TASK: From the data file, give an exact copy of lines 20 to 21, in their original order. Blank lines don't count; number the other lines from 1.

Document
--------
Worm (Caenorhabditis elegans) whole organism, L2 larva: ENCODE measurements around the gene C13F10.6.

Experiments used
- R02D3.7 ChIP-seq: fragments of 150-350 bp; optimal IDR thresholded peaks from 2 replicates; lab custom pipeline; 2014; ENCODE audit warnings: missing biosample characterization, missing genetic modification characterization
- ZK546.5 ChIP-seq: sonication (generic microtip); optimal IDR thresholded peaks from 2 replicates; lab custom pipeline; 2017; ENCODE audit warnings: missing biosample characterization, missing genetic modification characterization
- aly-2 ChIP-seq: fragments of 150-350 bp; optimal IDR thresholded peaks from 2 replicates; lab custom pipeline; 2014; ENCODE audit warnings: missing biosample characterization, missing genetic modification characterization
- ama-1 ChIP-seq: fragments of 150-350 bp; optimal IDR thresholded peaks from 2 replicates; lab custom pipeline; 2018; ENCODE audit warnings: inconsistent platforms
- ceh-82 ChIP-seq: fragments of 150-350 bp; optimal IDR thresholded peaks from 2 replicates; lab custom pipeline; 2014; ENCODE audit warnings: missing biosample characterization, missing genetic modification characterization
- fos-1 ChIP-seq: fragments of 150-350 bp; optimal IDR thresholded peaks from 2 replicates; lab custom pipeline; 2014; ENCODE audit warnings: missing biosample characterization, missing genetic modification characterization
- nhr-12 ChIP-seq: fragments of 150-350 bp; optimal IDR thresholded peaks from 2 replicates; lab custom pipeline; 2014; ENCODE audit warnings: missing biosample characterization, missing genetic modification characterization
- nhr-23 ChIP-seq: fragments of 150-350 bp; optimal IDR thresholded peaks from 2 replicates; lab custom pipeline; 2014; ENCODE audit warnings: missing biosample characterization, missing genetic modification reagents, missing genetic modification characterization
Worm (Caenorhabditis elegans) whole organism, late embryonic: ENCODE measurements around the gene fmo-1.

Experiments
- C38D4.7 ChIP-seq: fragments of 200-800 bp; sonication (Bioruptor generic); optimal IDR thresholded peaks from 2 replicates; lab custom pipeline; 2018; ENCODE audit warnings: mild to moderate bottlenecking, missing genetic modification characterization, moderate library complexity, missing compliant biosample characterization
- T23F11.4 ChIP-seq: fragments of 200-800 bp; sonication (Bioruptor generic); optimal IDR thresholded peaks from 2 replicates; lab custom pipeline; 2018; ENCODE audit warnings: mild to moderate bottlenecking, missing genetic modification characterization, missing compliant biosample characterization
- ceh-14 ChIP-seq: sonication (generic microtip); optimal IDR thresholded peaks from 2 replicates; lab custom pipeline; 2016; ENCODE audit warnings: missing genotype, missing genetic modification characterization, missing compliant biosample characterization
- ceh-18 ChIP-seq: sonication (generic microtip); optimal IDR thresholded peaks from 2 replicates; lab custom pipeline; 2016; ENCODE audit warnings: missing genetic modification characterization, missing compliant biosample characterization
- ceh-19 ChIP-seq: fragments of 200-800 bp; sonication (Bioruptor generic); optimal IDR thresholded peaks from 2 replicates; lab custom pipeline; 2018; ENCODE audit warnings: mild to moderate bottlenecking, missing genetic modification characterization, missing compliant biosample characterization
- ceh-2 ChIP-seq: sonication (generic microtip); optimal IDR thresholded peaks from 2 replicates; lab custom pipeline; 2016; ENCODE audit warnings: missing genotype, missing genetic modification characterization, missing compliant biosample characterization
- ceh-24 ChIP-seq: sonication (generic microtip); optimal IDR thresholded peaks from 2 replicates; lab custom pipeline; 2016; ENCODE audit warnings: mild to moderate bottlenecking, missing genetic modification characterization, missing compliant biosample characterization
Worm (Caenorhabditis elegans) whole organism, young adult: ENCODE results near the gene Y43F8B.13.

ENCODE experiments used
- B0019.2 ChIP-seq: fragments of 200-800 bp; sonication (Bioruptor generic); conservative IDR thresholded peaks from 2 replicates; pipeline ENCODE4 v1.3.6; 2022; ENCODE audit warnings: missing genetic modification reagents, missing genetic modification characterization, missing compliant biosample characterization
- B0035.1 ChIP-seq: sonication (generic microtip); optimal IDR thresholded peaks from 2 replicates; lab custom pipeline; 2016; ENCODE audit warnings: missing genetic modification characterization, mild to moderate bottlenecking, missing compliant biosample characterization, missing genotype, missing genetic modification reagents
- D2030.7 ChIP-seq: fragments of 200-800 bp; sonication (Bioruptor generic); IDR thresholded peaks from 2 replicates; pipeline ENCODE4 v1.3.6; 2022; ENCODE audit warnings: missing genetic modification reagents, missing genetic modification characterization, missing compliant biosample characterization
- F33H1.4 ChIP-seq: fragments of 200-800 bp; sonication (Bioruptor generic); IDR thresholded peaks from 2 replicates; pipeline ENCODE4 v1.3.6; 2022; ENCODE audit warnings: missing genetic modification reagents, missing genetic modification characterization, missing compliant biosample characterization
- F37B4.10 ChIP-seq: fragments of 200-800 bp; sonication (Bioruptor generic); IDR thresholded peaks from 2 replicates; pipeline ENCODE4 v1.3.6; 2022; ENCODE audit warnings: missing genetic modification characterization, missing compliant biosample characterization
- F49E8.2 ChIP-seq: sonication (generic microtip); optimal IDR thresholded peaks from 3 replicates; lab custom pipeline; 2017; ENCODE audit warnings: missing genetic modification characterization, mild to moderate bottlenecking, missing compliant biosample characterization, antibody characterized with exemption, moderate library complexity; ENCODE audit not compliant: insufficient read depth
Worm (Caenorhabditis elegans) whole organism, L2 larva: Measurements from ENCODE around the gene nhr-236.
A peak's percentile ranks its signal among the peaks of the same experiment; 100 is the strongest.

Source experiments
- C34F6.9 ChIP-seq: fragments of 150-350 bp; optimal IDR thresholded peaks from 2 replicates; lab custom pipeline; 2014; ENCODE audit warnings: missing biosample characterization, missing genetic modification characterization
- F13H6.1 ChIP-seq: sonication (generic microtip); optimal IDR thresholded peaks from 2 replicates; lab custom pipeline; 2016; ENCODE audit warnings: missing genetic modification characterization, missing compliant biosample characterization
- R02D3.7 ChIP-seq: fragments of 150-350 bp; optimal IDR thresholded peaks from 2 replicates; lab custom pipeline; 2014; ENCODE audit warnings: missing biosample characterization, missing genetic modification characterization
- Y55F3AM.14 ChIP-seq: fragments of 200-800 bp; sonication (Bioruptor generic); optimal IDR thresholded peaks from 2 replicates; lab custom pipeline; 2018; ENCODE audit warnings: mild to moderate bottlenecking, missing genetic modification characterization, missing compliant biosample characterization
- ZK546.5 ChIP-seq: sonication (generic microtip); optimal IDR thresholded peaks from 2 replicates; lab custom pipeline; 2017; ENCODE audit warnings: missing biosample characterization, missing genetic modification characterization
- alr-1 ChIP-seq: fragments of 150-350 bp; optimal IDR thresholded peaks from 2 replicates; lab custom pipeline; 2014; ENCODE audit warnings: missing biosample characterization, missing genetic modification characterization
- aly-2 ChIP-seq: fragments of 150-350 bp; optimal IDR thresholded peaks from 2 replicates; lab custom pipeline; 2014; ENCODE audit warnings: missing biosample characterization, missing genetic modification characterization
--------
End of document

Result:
Worm (Caenorhabditis elegans) whole organism, young adult: ENCODE results near the gene Y43F8B.13.

ENCODE experiments used